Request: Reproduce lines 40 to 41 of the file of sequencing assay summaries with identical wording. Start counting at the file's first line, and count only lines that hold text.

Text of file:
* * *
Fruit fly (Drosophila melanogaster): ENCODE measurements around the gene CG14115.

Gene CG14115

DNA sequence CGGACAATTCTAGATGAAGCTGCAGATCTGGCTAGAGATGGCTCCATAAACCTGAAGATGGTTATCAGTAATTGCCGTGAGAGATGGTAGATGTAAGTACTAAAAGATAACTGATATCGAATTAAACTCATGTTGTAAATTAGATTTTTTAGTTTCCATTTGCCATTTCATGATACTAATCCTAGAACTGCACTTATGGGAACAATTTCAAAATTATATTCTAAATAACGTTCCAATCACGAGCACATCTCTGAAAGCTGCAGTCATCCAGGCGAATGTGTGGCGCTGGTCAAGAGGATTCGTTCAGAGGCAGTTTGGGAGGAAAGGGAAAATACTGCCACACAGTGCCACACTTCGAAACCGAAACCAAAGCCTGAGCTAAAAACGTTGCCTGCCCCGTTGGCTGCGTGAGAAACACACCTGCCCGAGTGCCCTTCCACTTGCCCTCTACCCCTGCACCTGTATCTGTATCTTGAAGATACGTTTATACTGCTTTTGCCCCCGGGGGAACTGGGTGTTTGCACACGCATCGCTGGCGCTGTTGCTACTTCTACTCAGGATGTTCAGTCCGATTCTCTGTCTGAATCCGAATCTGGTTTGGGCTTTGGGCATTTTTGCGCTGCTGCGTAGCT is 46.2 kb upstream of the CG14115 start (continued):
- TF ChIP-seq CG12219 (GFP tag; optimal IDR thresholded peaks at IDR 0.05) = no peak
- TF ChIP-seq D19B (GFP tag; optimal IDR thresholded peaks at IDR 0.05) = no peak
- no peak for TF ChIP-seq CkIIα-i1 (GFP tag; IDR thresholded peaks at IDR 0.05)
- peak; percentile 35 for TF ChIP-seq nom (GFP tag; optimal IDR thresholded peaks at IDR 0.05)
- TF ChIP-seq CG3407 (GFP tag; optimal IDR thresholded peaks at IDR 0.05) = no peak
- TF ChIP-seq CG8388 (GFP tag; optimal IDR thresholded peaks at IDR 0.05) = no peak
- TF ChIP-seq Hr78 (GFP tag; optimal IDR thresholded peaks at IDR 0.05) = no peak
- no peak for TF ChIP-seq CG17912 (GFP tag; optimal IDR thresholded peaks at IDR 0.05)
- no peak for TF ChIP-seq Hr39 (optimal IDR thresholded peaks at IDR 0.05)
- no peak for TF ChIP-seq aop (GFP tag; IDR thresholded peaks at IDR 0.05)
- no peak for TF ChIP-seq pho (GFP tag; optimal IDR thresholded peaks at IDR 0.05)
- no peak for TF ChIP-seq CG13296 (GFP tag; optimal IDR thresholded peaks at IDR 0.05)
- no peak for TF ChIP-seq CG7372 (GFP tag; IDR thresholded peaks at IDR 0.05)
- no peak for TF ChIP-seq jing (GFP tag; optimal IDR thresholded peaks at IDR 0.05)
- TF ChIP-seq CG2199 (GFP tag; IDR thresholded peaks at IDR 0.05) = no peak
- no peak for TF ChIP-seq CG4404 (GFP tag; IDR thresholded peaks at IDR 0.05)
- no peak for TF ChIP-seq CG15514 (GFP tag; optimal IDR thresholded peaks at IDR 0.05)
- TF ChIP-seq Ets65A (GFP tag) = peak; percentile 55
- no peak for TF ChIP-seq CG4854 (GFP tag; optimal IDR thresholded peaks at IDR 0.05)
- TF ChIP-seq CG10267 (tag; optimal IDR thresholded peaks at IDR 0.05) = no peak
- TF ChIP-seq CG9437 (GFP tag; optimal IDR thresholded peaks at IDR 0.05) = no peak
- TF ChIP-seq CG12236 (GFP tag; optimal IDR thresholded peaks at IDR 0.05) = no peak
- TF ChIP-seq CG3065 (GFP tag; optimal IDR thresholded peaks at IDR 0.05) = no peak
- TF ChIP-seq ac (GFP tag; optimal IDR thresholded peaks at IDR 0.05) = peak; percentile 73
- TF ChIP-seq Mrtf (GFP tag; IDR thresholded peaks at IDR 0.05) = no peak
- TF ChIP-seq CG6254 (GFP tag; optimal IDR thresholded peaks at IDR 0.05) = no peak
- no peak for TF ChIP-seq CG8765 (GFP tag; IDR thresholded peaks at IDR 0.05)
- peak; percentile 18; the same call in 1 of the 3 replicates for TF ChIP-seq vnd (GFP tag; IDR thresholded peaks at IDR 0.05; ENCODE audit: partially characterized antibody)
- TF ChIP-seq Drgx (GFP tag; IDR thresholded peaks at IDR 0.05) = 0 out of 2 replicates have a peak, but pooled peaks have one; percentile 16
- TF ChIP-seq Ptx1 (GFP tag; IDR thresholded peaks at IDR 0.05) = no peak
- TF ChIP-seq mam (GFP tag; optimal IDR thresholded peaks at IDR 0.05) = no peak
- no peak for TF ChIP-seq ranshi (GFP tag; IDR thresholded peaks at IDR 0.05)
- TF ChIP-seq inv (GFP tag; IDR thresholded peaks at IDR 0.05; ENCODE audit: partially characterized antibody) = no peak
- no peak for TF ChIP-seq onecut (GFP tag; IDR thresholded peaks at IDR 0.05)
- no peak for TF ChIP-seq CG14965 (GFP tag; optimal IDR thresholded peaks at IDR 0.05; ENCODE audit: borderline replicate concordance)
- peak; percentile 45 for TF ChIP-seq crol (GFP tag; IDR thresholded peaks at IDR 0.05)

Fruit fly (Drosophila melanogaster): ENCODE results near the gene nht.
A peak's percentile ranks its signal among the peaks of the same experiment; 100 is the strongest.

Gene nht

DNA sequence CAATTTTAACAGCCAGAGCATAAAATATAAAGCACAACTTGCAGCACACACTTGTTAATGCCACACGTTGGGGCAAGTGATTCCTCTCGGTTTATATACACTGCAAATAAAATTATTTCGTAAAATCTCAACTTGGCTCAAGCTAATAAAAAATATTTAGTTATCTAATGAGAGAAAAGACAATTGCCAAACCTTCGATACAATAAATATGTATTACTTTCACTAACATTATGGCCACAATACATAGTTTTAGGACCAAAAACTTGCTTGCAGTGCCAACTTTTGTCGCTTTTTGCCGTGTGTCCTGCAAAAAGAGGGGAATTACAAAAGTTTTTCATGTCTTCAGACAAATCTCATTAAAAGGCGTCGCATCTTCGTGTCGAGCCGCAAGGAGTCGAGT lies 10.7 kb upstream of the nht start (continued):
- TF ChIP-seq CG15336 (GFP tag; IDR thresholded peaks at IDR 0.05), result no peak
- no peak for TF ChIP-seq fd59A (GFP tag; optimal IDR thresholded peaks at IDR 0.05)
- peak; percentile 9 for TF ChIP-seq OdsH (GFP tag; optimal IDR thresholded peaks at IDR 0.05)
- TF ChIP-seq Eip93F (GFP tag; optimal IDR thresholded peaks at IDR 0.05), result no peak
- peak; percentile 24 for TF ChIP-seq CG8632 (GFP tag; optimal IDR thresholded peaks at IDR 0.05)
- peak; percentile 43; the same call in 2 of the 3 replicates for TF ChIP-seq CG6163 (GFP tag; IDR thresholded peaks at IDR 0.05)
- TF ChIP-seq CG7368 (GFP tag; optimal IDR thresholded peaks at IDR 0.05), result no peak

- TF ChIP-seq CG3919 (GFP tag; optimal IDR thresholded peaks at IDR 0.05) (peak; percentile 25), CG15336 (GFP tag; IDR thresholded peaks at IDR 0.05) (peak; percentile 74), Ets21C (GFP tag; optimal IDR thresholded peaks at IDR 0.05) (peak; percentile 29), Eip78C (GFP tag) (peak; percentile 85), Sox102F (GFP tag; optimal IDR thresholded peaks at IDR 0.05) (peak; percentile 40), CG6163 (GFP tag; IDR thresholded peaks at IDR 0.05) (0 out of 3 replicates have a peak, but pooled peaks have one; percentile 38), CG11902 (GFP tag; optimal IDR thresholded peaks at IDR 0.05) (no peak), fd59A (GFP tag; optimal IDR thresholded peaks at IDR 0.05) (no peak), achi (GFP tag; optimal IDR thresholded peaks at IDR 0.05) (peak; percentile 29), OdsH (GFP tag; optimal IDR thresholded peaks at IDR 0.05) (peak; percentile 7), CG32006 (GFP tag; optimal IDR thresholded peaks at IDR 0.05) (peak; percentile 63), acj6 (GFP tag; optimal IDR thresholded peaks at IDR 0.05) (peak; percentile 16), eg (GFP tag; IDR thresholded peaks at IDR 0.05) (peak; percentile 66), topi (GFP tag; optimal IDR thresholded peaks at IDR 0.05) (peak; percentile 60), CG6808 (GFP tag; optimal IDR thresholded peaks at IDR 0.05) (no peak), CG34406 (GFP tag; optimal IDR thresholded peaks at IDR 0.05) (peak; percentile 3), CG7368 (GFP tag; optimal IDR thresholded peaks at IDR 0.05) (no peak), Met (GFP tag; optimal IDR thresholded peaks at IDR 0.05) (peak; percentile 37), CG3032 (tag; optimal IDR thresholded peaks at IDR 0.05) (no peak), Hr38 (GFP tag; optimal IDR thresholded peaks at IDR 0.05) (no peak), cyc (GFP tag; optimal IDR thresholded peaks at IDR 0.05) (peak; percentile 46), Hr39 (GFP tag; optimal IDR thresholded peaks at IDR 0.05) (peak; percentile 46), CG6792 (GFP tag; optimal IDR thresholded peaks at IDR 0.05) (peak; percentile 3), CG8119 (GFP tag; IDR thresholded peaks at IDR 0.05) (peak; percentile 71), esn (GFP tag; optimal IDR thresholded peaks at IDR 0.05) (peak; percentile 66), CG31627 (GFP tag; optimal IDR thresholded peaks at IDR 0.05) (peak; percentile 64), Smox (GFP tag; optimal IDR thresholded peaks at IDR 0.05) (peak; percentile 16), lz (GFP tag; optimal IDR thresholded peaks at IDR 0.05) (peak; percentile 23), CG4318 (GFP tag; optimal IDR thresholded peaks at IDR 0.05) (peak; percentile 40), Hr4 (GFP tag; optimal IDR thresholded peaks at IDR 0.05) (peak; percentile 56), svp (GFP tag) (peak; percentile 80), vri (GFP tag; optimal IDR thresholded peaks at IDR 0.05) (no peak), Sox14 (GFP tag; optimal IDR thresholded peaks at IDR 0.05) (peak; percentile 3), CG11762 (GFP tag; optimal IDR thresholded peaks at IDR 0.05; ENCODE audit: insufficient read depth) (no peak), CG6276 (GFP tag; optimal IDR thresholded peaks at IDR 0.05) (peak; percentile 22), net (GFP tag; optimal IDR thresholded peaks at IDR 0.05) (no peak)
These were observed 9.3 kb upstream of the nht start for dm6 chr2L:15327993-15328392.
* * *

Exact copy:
Fruit fly (Drosophila melanogaster): ENCODE results near the gene nht.
A peak's percentile ranks its signal among the peaks of the same experiment; 100 is the strongest.